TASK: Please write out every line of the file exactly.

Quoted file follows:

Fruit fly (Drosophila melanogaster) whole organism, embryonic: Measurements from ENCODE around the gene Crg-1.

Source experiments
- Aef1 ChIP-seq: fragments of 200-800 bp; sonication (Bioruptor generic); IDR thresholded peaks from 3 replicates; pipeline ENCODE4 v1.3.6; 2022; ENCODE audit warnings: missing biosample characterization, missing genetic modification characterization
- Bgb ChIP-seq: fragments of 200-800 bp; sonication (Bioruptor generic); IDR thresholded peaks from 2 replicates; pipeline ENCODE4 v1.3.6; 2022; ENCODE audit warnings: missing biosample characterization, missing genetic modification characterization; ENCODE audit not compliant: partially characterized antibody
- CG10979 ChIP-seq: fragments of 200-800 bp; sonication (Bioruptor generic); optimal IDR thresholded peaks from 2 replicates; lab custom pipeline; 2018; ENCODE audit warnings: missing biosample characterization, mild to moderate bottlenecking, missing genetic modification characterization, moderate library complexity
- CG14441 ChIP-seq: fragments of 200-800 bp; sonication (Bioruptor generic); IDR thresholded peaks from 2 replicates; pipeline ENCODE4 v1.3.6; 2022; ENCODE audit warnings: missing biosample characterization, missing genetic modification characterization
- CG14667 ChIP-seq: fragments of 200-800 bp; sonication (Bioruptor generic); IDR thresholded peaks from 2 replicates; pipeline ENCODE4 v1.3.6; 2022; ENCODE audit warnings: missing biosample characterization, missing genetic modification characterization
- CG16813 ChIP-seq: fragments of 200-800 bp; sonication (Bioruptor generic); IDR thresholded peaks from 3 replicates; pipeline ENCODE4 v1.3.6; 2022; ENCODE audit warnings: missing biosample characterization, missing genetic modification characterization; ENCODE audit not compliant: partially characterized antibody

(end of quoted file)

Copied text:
Fruit fly (Drosophila melanogaster) whole organism, embryonic: Measurements from ENCODE around the gene Crg-1.

Source experiments
- Aef1 ChIP-seq: fragments of 200-800 bp; sonication (Bioruptor generic); IDR thresholded peaks from 3 replicates; pipeline ENCODE4 v1.3.6; 2022; ENCODE audit warnings: missing biosample characterization, missing genetic modification characterization
- Bgb ChIP-seq: fragments of 200-800 bp; sonication (Bioruptor generic); IDR thresholded peaks from 2 replicates; pipeline ENCODE4 v1.3.6; 2022; ENCODE audit warnings: missing biosample characterization, missing genetic modification characterization; ENCODE audit not compliant: partially characterized antibody
- CG10979 ChIP-seq: fragments of 200-800 bp; sonication (Bioruptor generic); optimal IDR thresholded peaks from 2 replicates; lab custom pipeline; 2018; ENCODE audit warnings: missing biosample characterization, mild to moderate bottlenecking, missing genetic modification characterization, moderate library complexity
- CG14441 ChIP-seq: fragments of 200-800 bp; sonication (Bioruptor generic); IDR thresholded peaks from 2 replicates; pipeline ENCODE4 v1.3.6; 2022; ENCODE audit warnings: missing biosample characterization, missing genetic modification characterization
- CG14667 ChIP-seq: fragments of 200-800 bp; sonication (Bioruptor generic); IDR thresholded peaks from 2 replicates; pipeline ENCODE4 v1.3.6; 2022; ENCODE audit warnings: missing biosample characterization, missing genetic modification characterization
- CG16813 ChIP-seq: fragments of 200-800 bp; sonication (Bioruptor generic); IDR thresholded peaks from 3 replicates; pipeline ENCODE4 v1.3.6; 2022; ENCODE audit warnings: missing biosample characterization, missing genetic modification characterization; ENCODE audit not compliant: partially characterized antibody